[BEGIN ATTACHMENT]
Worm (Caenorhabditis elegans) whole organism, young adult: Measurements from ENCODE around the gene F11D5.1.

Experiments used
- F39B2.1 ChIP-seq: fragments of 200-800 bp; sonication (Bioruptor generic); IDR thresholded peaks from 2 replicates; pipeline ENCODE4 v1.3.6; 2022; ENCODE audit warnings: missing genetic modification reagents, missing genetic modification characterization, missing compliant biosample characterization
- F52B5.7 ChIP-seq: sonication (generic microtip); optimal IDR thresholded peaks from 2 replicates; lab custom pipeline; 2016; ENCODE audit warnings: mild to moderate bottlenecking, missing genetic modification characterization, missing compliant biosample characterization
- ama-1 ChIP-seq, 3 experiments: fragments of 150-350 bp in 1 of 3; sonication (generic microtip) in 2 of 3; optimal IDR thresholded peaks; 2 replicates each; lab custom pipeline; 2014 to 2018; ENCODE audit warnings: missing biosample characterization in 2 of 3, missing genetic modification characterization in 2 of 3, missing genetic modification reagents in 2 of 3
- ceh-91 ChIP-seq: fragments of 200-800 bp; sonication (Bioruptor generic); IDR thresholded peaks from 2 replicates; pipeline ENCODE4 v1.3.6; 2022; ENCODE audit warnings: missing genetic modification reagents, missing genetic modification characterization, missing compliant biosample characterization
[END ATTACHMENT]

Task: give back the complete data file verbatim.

Worm (Caenorhabditis elegans) whole organism, young adult: Measurements from ENCODE around the gene F11D5.1.

Experiments used
- F39B2.1 ChIP-seq: fragments of 200-800 bp; sonication (Bioruptor generic); IDR thresholded peaks from 2 replicates; pipeline ENCODE4 v1.3.6; 2022; ENCODE audit warnings: missing genetic modification reagents, missing genetic modification characterization, missing compliant biosample characterization
- F52B5.7 ChIP-seq: sonication (generic microtip); optimal IDR thresholded peaks from 2 replicates; lab custom pipeline; 2016; ENCODE audit warnings: mild to moderate bottlenecking, missing genetic modification characterization, missing compliant biosample characterization
- ama-1 ChIP-seq, 3 experiments: fragments of 150-350 bp in 1 of 3; sonication (generic microtip) in 2 of 3; optimal IDR thresholded peaks; 2 replicates each; lab custom pipeline; 2014 to 2018; ENCODE audit warnings: missing biosample characterization in 2 of 3, missing genetic modification characterization in 2 of 3, missing genetic modification reagents in 2 of 3
- ceh-91 ChIP-seq: fragments of 200-800 bp; sonication (Bioruptor generic); IDR thresholded peaks from 2 replicates; pipeline ENCODE4 v1.3.6; 2022; ENCODE audit warnings: missing genetic modification reagents, missing genetic modification characterization, missing compliant biosample characterization